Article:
2. Quadrilateral MATH to the left has sides MH and AT parallel to each other with MH being three times as long as AT. If the shortest distance between the parallel sides is 5 inches and the area of the quadrilateral is 15 in2, how many inches long is side AT? Express your answer as a decimal.

H

T

3. A regular hexagon and a regular octagon, both with whole number side lengths, have the same perimeter which is between 80cm and 100cm. What is the number of square centimeters in the area of a square that has the same perimeter as the octagon and the hexagon? Answers 1. _______________ 2. _______________ 3. _______________

Solutions to Category 2 Geometry Meet #2, November 2007 Answers 1. 140 2. 1.5 3. 576

1. The horizontal distance across the top is 8 + 29 = 37, so the 4 horizontal segments across the bottom also have a sum of 37. The vertical distance along the left is 27 + 6 = 33 and the vertical distance along the right will then also be 33. Since the segments can all be moved around to form a rectangle as shown, the perimeter is just 37+33+37+33 = 140. 29

8

29

10

27

11 6

6

9

2. Since MH and AT are parallel, MATH is a trapezoid and since MH is three times as long as AT, we could call AT =x, and MH =3x. The formula for the area (b + b ) h ( MH + AT )5 (3 x + x )5 20 x Atrap = 15 = 1 2 = = = = 10 x = 15 of a Trapezoid is 2 2 2 2 x = 1.5 = AT

3. An octagon with whole number side lengths could have perimeter 80, 88, or 96. A hexagon with whole number side lengths could have perimeter 84, 90, 96. So 96 must be the perimeter of both if their perimeters are equal. A square with perimeter 96 would have side lengths of 96÷4 = 24, and an area of 242 = 576.

Category 2 Geometry Meet #2, December 2005

28 mm

1. The long diagonal of a regular hexagon from vertex to opposite vertex measures 28 mm. How many millimeters are in the perimeter of the hexagon?

2. The figure at right is a triangle on top of a trapezoid. The lower base of the trapezoid is 2 12 inches and the upper base is 1 41 inches. The height of the trapezoid is 21 inch. The base of the triangle is 1 41 inches and its height is 1 12 inches. How many square inches are in the area of the figure? Express your answer as a mixed number in lowest terms.

1 12 in. 1 41 in.

1 2

in.

2 12 in.

3. Find the perimeter of the rectilinear figure shown below. Express your answer to the nearest hundredth of an inch. Note: Rectilinear means that the figure consists entirely of straight lines and right angles. 1.5 inches 0.71 inches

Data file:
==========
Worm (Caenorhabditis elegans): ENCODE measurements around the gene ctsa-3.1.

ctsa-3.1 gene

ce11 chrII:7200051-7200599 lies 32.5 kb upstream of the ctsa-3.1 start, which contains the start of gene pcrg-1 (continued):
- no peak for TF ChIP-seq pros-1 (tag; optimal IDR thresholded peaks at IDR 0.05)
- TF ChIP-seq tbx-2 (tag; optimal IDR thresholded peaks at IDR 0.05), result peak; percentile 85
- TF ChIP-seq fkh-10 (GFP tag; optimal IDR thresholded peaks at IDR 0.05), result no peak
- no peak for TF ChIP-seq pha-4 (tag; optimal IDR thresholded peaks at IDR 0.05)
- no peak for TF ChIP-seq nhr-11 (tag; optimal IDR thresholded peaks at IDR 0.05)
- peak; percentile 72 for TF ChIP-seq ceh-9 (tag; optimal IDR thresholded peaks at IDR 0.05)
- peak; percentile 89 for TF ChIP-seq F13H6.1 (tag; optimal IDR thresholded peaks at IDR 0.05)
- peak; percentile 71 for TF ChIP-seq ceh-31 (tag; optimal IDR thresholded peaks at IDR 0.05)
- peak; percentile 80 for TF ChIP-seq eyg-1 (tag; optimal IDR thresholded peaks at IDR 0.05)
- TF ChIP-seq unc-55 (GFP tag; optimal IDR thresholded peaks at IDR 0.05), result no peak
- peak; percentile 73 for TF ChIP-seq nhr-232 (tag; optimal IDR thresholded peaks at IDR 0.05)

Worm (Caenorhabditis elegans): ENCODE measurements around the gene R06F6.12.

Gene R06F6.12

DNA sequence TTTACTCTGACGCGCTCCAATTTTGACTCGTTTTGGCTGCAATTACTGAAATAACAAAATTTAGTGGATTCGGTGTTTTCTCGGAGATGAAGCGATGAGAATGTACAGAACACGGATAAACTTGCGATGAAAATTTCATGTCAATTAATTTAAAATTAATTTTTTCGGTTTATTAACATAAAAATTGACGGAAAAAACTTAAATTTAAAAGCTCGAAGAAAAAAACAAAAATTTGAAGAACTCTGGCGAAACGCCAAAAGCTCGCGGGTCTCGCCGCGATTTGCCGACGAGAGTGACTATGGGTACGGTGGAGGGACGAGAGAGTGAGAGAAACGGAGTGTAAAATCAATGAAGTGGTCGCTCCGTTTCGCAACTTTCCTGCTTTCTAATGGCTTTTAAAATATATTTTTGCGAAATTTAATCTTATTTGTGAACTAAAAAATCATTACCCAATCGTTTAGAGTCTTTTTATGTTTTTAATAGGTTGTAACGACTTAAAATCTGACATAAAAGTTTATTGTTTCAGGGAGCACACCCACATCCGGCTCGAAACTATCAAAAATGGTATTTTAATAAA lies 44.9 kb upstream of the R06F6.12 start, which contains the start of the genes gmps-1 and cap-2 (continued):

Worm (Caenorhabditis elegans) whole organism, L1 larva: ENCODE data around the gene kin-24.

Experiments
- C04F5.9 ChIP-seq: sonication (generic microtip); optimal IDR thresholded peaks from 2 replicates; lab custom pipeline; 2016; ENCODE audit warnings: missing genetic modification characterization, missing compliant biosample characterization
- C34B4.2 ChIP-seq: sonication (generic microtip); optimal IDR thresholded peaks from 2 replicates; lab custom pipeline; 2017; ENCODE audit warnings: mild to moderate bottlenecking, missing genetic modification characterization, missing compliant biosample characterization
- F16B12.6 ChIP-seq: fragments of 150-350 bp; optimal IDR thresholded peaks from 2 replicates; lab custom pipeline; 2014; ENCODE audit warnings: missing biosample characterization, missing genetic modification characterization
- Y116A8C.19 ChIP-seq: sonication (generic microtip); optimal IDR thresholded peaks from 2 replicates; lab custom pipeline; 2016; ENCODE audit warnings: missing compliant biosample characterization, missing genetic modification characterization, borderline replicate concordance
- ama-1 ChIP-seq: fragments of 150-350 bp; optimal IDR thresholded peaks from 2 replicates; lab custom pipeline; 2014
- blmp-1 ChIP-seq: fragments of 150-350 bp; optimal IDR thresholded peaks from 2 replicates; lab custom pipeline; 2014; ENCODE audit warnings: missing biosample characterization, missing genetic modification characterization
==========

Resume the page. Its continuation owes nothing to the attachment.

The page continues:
0.81 inches x inches

1.23 inches

0.55 inches 0.31 inches

Answers 1. _______________ 2. _______________ 3. _______________

x inches 3.15 inches

www.imlem.org

Solutions to Category 2 Geometry Meet #2, December 2005 Answers 1. 84 2. 1

7 8

1. A regular hexagon can be subdivided into 6 equilateral triangles as shown below left. The side lengths of the equilateral triangle are equal to the side length of the hexagon. The long diagonal consists of exactly 2 of these side lengths, and the perimeter consists of 6 of these side lengths, which is 3 times as much. The perimeter of the hexagon must be 3 × 28 = 84 mm.

3. 11

28 mm

2. The area of a trapezoid is one half the height times the sum of the bases, or 12 h (B1 + B2 ). Our trapezoid has an area of 12 ⋅ 12 ⋅ (2 12 + 1 41 ) = 41 ⋅ (3 43 ) = 41 ⋅ 154 = 15 16 square inches. The area of a triangle is one half the height times the base, or 12 hb . Our triangle has an area of 1 1 1 1 5 3 15 2 ⋅ 1 4 ⋅ 1 2 = 2 ⋅ 4 ⋅ 2 = 16 square inches. The total area of 15 15 30 15 7 + = = = 1 square inches. the figure is thus 16 16 16 8 8 3. The total height of the figure is the sum of the three heights given on the left, which is 0.71 + 0.55 + 0.31 = 1.57 inches. The four unlabeled heights on the right side of the figure must have the same sum, so there will be another 1.57 inches in the perimeter. The total width of the figure is the sum of the three measures given at the top, which is 1.5 + 0.81 + 1.23 = 3.54 inches. The width along the bottom is 3.15 + x inches. We can determine the unknown length x by sbtracting 3.15 from 3.54, which is 0.39 inches. The two horizontal lines where the figure pokes in on the left add extra perimeter equal to 2x. The total perimeter is thus 2 × 1.57 + 2 × 3.54 + 2 × 0.39 = 3.14 + 7.08 + 0.78 = 11 inches.

www.imlem.org

Category 2 Geometry Meet #2, November 2003 1. Find the number of feet in the perimeter of the figure below. All angles are right angles and all lengths are in feet. 8 6

11 3

3 7

2. The two squares shown side by side in the figure below have a total area of 74 square inches. The side length of each square is a whole number of inches. How many inches are in the perimeter of the figure? (Note: The line where the two squares touch is not to be counted in the perimeter of the figure.)

3. In the figure below, ABCD is a rectangle. The points E and F trisect side DC, meaning they cut it in three equal pieces. G is a point on side AB . The length of side AB is 3 inches and the length of BC is 1.2 inches. Find the number of square inches in the shaded area of the figure. G

A

B

Answers 1. _______________ 2. _______________ 3. _______________ D www.Imlem.org

E

F

C

Solutions to Category 2 Geometry Meet #2, November 2003 Answers

1. 62 2. 38 3. 3

1. The unmarked height on the left side of the figure is the sum of the three vertical lengths on the right, namely 6 + 3 + 3 = 12 feet. Similarly, the other unmarked length must be 8 + 11 – 7 = 12 feet also. The perimeter of the figure is thus: 8 + 6 + 11 + 3 + 12 + 3 + 7 + 12 = 62 feet. Alternatively, one could reason that there must be two vertical totals of 12 feet and two horizontal totals of 19 feet, for a perimeter of: 2 ×12 + 2 ×19 = 24 + 38 = 62 feet. 8 6 12

11 3

3

12

7

2. The two perfect squares with a sum of 74 must be 49 and 25. This means the side length of the smaller square is 5 inches and the side length of the larger square must be 7 inches. Although there are two unknown lengths where the smaller square meets the larger square (call one of them x and the other y), the total height x + 5 + y must equal 7. Thus the perimeter of the figure is 4 × 7 + 2 × 5 = 28 + 10 = 38. 3. The area of rectangle ABCD is 1.2 × 3 = 3.6 square inches. Since E and F trisect side DC, the length of segment EF must be 3 ÷ 3 = 1 inch. Also, regardless of where point G is on AB , the height of triangle EFG is 1.2 inches. 1 Thus the area of triangle EFG is ×1 ×1.2 = 0.6 square inches. Subtracting the 2 area of triangle EFG from the area of rectangle ABCD, we get 3.6 – 0.6 = 3 square inches, which is the area of the shaded regions.

www.Imlem.org